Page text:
- Participatory Parity and Self-Realisation
In this paper, I do not try to present a tightly organised argument that moves from indubitable premises to precise conclusions. Rather, my much more modest aim is to state a hypothesis—or, more informally and more accurately—to describe a hunch. This hypothesis—or hunch—is that it is possible to combine Nancy Fraser’s and Axel Honneth’s rival theories of recognition into a single theory which is better than either of its two component parts. This aim is hinted at in the title of my paper. Its two terms refer to the metrics by which Fraser and Honneth judge the justice of social orders. Fraser’s theory is founded on her principle of parity of participation, according to which ‘justice requires social arrangements that permit all to participate as peers in social life.’1 For Honneth, by contrast, ‘[t]he justice or well-being of a society is proportionate to its ability to secure conditions of mutual recognition under which personal identity-formation, hence individual self-realization, can proceed adequately.’2 By showing that these two metrics are of completely different natures, I shall also demonstrate that they are not direct rivals. This will then enable me to argue that they can provide complementary elements of a single and unified theory of justice as recognition.3 I believe that the attempt to create such a theory is worthwhile since, if I can show that Fraser’s and Honneth’s best insights can be combined, the result will be a powerful analytical framework and set of normative principles which can be used to evaluate and judge the justice of social orders.
For anyone acquainted with the critical exchange between Fraser and Honneth, this may seem an unlikely if not hopeless cause. While both claim to make it central to their theories of justice, their conceptions of recognition do not just diverge but appear to stand starkly opposed to one another. Honneth, true to Hegel’s legacy, endorses what Fraser calls an ‘identity model’ of recognition which is grounded in a historically nuanced social psychology. He believes, as I have suggested, that humans need recognition in order to form intact identities, and that justice is achieved to the extent to which the relations of recognition necessary for such identity-formation are in place. As a consequence, he believes that a ‘sufficiently differentiated theory of recognition’ can deal with all matters of justice.4 Fraser, strongly opposed to Hegel’s legacy, offers a rival ‘status model’ of recognition which makes no reference to individual identity or social psychology. According to her model, recognition is achieved if a society’s status order does not act as an obstacle to parity of participation. As a consequence, recognition plays a strictly delimited role in her theory, standing alongside two other principles of redistribution and representation. For her, all three of these independent principles must be met if justice as participatory parity is to be achieved.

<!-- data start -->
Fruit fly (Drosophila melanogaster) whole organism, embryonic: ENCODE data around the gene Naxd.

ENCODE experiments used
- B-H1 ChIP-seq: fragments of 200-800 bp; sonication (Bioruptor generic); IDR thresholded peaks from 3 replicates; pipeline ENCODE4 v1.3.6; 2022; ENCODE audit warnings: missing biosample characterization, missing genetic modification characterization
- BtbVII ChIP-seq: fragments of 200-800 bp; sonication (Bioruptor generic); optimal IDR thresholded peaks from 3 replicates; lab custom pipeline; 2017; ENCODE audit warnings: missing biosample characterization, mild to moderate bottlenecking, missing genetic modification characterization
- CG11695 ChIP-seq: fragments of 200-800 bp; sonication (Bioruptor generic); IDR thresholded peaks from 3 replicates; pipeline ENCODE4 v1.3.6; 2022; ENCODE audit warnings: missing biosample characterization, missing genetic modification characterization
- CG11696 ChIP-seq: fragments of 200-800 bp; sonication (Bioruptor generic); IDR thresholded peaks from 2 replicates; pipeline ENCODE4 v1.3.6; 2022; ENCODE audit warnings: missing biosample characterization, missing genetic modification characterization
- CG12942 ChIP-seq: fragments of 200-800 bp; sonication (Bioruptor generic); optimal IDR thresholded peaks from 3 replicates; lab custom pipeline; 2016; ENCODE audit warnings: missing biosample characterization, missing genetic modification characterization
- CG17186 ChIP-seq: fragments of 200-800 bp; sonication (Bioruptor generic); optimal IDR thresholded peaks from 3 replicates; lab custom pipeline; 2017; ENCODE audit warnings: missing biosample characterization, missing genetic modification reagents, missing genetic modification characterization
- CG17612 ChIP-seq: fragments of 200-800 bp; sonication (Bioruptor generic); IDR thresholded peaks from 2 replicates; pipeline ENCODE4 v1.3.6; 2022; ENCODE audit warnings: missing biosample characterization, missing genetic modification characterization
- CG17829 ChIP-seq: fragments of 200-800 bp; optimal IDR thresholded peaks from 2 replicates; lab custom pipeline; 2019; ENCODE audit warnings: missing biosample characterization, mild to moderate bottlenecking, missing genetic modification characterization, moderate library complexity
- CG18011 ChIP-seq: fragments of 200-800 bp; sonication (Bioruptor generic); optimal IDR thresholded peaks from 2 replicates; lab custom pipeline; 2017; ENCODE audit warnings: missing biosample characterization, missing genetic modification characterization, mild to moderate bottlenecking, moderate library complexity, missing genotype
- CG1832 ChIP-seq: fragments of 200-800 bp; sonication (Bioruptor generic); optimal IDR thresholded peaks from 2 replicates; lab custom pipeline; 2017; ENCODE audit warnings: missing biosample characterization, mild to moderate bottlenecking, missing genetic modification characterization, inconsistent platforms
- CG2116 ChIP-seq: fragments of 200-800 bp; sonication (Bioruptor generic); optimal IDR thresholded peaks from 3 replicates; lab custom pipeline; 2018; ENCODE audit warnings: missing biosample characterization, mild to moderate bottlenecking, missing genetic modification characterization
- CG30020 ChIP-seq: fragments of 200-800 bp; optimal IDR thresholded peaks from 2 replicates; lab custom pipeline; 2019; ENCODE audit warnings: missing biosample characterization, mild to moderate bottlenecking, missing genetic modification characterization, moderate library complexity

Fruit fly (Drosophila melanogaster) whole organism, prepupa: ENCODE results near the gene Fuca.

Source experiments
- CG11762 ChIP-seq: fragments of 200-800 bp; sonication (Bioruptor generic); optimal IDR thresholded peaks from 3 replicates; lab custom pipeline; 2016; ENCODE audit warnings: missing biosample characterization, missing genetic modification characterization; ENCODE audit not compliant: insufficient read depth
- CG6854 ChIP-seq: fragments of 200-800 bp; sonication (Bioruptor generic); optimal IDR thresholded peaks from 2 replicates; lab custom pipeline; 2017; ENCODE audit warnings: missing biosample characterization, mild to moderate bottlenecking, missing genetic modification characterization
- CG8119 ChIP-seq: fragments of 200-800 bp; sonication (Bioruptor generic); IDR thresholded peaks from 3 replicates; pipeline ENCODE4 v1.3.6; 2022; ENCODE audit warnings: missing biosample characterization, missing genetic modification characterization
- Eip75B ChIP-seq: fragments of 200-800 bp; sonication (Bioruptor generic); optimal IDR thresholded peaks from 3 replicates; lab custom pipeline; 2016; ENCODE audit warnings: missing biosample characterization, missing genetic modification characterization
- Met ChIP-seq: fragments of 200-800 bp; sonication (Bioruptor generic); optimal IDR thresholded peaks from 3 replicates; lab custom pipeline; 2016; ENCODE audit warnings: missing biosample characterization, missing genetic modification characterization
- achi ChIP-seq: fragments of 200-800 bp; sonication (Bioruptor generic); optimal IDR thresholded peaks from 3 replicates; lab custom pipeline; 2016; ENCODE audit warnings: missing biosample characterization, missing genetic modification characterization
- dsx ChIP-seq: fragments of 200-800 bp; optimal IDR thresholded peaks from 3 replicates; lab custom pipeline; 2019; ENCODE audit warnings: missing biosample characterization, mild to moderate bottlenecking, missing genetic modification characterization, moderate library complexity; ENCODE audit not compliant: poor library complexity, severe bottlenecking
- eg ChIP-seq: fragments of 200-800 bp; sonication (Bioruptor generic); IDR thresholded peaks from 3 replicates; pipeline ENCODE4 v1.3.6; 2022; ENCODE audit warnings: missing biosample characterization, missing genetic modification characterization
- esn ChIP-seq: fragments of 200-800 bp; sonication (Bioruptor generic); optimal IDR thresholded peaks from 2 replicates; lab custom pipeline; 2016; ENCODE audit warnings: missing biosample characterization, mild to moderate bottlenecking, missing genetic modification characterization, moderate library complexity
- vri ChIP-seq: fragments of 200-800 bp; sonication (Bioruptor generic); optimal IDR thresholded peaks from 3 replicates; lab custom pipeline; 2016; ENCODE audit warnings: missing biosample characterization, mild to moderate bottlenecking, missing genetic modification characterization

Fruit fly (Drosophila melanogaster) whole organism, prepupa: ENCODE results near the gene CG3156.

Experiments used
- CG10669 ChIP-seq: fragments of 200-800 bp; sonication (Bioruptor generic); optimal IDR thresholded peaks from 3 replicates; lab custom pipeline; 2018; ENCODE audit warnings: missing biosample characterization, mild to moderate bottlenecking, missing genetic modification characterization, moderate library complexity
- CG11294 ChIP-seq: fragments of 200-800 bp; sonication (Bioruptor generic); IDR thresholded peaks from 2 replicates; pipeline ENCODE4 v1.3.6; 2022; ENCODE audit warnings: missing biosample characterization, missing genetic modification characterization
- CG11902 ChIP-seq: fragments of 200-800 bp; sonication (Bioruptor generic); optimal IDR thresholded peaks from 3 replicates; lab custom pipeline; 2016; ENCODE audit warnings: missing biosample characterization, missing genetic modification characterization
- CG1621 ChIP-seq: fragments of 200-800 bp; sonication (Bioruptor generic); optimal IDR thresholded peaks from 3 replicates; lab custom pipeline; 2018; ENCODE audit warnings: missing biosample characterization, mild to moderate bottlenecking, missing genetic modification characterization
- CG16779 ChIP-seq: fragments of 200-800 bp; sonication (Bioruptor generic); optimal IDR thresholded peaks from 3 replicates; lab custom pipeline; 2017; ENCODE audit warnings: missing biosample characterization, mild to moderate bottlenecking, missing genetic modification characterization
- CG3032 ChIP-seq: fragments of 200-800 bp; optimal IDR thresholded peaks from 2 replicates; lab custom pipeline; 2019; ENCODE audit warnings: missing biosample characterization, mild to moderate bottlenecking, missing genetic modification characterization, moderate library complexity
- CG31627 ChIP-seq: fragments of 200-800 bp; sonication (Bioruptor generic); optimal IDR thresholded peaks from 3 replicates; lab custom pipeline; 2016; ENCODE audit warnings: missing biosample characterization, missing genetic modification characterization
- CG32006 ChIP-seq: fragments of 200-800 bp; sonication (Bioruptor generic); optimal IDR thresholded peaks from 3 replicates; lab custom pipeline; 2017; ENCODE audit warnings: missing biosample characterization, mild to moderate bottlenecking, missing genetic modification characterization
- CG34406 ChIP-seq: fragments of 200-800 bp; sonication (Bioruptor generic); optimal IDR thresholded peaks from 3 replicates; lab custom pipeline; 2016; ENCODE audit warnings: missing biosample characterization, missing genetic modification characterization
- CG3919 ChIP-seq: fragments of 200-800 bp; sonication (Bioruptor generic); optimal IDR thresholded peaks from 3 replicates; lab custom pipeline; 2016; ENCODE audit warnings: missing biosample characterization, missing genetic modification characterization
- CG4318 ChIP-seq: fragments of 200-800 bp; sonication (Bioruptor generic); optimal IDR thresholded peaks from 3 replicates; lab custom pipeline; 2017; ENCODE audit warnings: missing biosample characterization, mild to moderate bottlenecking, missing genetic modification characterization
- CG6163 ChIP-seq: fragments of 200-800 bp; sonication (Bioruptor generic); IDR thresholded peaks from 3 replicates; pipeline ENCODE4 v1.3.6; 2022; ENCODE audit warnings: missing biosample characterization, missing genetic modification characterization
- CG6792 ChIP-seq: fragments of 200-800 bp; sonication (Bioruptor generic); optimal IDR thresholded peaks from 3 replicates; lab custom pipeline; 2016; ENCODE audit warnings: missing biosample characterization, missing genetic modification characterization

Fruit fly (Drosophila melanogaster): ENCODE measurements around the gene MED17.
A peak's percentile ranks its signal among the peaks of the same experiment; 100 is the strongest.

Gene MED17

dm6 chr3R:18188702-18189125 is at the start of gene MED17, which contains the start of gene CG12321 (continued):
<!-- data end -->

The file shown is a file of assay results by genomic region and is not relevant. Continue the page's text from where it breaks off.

Although it may appear to be a paradoxical move, in order to demonstrate how these two very different theories can be synthesised, I shall begin by emphasising how dissimilar their conceptions of recognition are. As David Owen and James Tully show, Fraser uses recognition in a ‘restricted’ sense to mean status equality, while Honneth uses it in a ‘general’ sense to mean ‘the acknowledgement of the value of others.’ Thus Fraser insists that recognition in the ‘restricted’ sense is distinct from redistribution, while Honneth insists that recognition in the ‘general’ sense can encompass redistributive issues.5 Taking up this point, I would say that, given the different senses Fraser and Honneth give to recognition, both of their claims about the relationship between recognition and redistribution are plausible. Fraser is right to say that recognition (in her sense of status equality), redistribution and representation are the three necessary conditions of participatory parity, and Honneth is right to say that recognition (in his sense of being appropriately valued by others) is the necessary condition for self-realisation.
However, although it is possible to endorse both these propositions just as I have formulated them, it is impossible to endorse both conceptions of recognition...